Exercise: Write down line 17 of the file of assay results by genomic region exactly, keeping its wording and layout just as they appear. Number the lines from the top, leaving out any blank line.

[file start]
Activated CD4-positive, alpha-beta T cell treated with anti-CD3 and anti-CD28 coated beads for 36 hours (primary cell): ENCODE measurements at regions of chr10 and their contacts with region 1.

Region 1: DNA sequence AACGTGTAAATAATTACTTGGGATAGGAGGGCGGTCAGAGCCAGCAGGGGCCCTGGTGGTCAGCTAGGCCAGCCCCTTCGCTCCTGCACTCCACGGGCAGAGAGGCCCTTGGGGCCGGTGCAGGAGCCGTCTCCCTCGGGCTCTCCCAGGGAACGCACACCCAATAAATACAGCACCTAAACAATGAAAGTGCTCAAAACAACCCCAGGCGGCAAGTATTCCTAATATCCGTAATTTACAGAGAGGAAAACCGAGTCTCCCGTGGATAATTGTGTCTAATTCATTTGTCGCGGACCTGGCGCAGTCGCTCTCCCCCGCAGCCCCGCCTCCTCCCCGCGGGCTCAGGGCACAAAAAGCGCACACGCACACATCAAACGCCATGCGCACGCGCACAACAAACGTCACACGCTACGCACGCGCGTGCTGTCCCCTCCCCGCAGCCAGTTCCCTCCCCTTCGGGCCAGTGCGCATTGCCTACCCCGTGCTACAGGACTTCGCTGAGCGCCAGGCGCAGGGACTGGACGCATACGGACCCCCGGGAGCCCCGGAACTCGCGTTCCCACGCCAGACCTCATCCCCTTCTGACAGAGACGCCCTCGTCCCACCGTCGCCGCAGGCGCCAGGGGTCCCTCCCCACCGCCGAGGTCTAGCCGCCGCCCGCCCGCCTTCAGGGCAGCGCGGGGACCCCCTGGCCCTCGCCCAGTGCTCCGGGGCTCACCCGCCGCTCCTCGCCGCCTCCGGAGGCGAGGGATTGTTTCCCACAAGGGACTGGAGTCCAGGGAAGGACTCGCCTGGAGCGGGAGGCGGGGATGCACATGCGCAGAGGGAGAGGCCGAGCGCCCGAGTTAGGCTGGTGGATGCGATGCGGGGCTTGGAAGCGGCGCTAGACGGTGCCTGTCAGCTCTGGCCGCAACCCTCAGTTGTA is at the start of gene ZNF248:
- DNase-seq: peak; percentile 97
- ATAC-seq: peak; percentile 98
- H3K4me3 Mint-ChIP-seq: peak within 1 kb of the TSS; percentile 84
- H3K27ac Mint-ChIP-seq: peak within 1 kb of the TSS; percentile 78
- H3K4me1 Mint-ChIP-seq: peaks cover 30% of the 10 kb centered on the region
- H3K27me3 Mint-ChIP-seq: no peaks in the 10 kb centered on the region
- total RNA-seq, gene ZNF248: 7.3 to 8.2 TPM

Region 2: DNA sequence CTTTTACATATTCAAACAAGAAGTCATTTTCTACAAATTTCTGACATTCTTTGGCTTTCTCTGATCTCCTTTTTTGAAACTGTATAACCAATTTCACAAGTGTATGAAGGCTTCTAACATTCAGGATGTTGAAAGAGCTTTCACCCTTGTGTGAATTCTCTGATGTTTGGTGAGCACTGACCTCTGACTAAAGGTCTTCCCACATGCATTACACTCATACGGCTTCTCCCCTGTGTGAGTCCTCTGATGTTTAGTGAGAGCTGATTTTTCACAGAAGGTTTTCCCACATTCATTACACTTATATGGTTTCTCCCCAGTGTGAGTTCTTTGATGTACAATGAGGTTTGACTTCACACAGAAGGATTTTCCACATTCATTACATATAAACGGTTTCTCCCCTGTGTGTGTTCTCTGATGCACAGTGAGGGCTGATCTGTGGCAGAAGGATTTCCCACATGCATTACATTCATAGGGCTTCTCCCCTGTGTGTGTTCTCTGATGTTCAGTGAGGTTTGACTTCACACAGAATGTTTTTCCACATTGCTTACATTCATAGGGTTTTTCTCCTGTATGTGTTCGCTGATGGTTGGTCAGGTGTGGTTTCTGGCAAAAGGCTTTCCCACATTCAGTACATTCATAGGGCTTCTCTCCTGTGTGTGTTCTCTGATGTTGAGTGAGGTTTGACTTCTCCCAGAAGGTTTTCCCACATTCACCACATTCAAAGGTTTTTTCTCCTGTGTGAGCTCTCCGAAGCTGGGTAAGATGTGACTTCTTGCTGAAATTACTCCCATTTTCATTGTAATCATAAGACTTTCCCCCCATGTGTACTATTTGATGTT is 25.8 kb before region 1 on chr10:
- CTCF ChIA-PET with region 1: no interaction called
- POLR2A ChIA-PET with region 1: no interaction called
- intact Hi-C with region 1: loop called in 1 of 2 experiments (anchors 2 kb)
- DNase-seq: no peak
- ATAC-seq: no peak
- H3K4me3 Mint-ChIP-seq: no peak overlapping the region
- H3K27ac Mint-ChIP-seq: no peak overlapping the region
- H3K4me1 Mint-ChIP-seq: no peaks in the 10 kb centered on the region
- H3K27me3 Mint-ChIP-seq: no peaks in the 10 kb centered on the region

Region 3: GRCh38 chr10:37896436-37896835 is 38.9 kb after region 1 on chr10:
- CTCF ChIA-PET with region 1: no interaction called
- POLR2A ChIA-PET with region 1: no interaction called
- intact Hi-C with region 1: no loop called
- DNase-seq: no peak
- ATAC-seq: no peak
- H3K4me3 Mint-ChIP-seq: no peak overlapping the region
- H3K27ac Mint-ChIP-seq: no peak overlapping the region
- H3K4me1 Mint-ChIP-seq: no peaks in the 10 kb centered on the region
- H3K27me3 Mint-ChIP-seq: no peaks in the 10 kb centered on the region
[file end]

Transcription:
- H3K27ac Mint-ChIP-seq: no peak overlapping the region